System is designed to carry water from upper 20’ x 20’ x 4’ deep pond (dug, not finished) throughout 1000’ of zigzagging hugel mounds to lower pond (test pit dug, not finished, does hold water). Test pit for third pond dug as well, not finished. Includes perennial plantings described below as well as medicinal plantings (Echinacea, nettle, chamomile, calendula, ellecampain, hyssop, etc) and some annual plantings.

Intensive 25’ x 100’ fenced in garden adjacent to attached greenhouse (within 15’ of kitchen door). Includes 17 3’ x 15’ framed raised beds with 1’ x 8’ hemlock; 16 have been used for rotational annual production, 1 is strawberry bed. There are also 2 other unframed 3’ x 15’ strawberry mounds. Area includes 6 of the apple trees, 6 of the peach trees, small 4’ x 12’ x 2’ deep pond (dug, not finished) that is outflow for wash sink in attached greenhouse. Designed to flow along peach terrace, which contains other medicinal plants, sunchoke patch, and 4 grape vines along fence.

We have planted over 40 trees: 10 apple trees (14 varieties), 9 peach trees, 4 pear trees, 2 black cherry trees, 2 plum trees, 3 Carpathian walnut trees, 1 gingko, 4 linden, 2 redbud, and 4 honey locusts. All fruit trees are 2-5 years old.

Perennial shrub plantings include: over 60 high bush blueberries (multiple varieties), 8 elderberries, 6 honeyberries, 6 seaberries, 6 grape vines, 2 arronias, 10’ x 50’ raspberry patch (4 varieties) and 6 arctic kiwis (males and females), several strawberry patches.

Adjacent to house is a gambrel tool shed that is 8’ x 16’ with metal roof, placed on compacted pad.

A second shed, 12’ x 12’, three stories, originally planned to also be a climbing tower and possible studio. Top story is a greenhouse with 7mm solex panels on south side of metal roof. Solar powered peak vent. First story currently used for tool storage, second story used as storage. 2’ x 6’ construction throughout. Upper floors currently accessed via ladder, but plans for stairs exist.

Propane powered 7kw automatic standby generator on-site with 2 100 gallon tanks.

16’ Gate with solar powered gate opener at beginning of 100’ gravel driveway.

Lower half of property (bottom of hill) is undeveloped forest, has harvestable white pine, spruce, hemlock, and poplar. Prime for agroforestry. There is also a 50’ x 100’ undeveloped “bowl” between house and road to the north that contains mature white pine and poplar.

Sale of house could include tips and plans for further permaculture development if desired.
Looking Great! Keep up the great work! I really love to see more and more land regenerated by caring, thoughtful people such as yourselves!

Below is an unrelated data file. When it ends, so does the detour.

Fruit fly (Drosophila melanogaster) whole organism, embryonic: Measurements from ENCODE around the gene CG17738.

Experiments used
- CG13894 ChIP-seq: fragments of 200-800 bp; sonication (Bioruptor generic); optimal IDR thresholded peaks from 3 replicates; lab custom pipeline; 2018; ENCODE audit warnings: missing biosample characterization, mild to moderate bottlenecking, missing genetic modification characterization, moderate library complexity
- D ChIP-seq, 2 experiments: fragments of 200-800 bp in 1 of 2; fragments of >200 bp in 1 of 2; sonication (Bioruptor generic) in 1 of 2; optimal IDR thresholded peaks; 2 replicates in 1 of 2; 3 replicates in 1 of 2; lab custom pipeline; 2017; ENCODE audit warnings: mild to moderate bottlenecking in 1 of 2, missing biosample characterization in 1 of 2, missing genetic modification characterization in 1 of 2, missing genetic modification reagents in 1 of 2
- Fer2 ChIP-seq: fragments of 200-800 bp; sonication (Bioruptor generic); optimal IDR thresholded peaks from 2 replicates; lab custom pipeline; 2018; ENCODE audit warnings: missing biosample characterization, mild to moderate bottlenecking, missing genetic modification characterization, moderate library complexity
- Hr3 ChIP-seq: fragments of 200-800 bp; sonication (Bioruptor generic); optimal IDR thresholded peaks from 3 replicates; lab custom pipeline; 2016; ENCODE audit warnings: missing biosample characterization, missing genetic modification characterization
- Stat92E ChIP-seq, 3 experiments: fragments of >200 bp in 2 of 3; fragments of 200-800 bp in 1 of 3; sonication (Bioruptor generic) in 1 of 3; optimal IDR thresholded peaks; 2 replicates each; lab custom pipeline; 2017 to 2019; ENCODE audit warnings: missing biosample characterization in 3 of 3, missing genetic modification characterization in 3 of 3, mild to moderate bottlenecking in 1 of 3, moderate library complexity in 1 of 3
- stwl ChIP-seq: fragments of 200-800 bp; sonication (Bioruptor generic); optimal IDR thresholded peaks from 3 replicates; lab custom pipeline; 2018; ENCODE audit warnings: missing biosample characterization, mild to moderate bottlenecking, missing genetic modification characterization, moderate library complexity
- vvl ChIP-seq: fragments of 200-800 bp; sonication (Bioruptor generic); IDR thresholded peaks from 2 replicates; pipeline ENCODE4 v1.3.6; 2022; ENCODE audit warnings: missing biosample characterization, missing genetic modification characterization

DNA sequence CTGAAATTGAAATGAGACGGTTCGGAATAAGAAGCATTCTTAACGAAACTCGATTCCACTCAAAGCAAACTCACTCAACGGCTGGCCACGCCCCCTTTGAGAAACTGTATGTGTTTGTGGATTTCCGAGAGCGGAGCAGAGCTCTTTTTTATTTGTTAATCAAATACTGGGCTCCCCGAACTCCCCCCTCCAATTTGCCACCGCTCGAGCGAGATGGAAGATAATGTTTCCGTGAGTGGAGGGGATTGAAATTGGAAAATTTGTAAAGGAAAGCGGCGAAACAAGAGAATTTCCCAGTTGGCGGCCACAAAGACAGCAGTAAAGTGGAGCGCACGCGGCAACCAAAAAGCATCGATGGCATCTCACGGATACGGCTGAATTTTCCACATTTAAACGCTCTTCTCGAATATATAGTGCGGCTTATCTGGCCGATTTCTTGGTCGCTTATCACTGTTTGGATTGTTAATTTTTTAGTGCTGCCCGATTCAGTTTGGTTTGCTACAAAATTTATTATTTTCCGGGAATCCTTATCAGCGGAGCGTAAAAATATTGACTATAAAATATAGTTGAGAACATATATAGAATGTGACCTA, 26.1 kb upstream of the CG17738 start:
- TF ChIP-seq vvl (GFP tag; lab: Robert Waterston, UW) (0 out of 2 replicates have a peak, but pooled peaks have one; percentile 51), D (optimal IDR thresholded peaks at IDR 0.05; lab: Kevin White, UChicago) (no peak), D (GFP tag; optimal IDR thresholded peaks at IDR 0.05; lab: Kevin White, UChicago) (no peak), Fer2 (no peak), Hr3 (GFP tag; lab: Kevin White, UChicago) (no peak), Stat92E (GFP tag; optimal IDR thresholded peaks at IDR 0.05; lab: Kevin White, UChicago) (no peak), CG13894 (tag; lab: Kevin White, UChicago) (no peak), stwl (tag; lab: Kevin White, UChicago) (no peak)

It makes me feel extra warm and fuzzy that you're doing it here in Maine!

Our free range Muscovy ducks, and paddock shifted and tractored chickens took care of our slug problem here in central Maine (Maine's Awesome!!).
Also the addition of a garden frog pond within the garden that is filled with rain water and wash water from our veggie sink in our attached greenhouse was a great help as well as creating toad houses every chance I get amongst the perennial border surrounding our kitchen garden. Toads can eat a lot of slugs. The ducks and chickens patrol the perimeter around our fenced in kitchen garden while the snakes, frogs and toads help take care of the slugs within the garden. We let the ducks in to the kitchen garden late fall and early spring to forage for slimy treats. In the rare occasion when we do find a slug or snail in the garden we just chuck it into the adjacent chicken yard/ compost pile and let the Rhode Island ladies take care of 'em. I also choose to frame our (20) 3'x15' raised beds with 1"x8" hemlock which not only helped control slugs it drastically reduced the amount of "weed" pressure on our annual veggies. The hemlock frames allowed me to keep our 1' paths between beds and still cultivate right to the edge of the path with less plants leaning over the paths because the beds now have straight sides. Mounded raised beds with 4'+ wide walkways between are great, mounded raised beds with 1' walkways between are not so great and its hard to keep the sides of the mound productive, "weed" free, and from slipping into the walkway. Before we framed them we only had 2'x 14' (28 sq. ft) of "effective" growing area per bed, when we framed them we increased the "effective" growing area to 2'10"x14'10" (42 sq. ft). The frames also created structure to mount quick hoops made from 1/2" emt with pipe straps screwed to the frame. The hoops are pushed into the ground 12" or so below the frame and can easily be removed by just sliding them up out of the pipe straps.
Even though I am not fond of floating row cover we have used it as a very effective alternative to slug attracting mulches, we only mulch onions and garlic with straw the rest of the garden gets mulched with top dressings of chicken yard compost (kitchen scraps w/ homemade bokashi grains, wood shavings from brooder bedding, shredded leaves, newspaper and cardboard, "used" potting soil, weeds with immature seeds, char, small diameter woody shrub cuttings, and pruned green leaves including cannabis, comfrey, yarrow, dandelion, horestail, rhubarb, clovers, nettle, and elecampagne.) and covered with floating row cover over the hoops, the covers are opened periodically for pollination and/or to attract beneficials.
You may find some effective control using slugs in a biodynamic broadcaster unit - read about it in Secrets of the Soil by Christopher Bird and Peter Thomkins.

Our biggest "pests" now are mice and voles which have vacationed over winter within our low tunnels. Our cat is a very efficient hunter but only gets one or two a day, might need to get a couple more kitties. I will continue to trap the rodents and feed them to the chickens. If this doesn't have a large enough effect I will biodynamically ash some rodents around the production parts of our landscape.

Here's to a fruitful future!

5 years ago
Beautiful work Marianne and crew! Do you have any plan view drawings of your property design?
Like other comments before I am very interesting in the various aspects of this design, such as bugeting, planning, sourcing plant stock, etc...
Keep up this amazing work and keep posting pictures! So inspiring to us all! Thanks!
5 years ago
Even before I read this article in my copy of Pop Sci I've often thought how it would make a great flexible frisbee. We made candy once with dried scoby, ginger, and sugar. We snuck it onto the snack table of a family gathering and watched how people reacted when they ate it. Some relatives loved it, others were appalled when they found out what it was. In my opinion it was wierd vinegary, gummy, sweet and gingery with an unpleasant mouth feel but loaded with probiotics.

As soon as I read the article in Pop Sci I told my wife that is what we should do with the layers of scoby we peel off our constant brew kombucha every couple months.
If the scoby is dried below 105 degrees to preserve the microbes in a semi dormant state the resulting clothing would reanimate when you perspired onto it or it got wet - Probiotic Clothing!

Check out how much we get each time we peel our scobys - it may be enough for a shirt!:

Imagine how much you could harvest from a commercial kombucha brewery!
5 years ago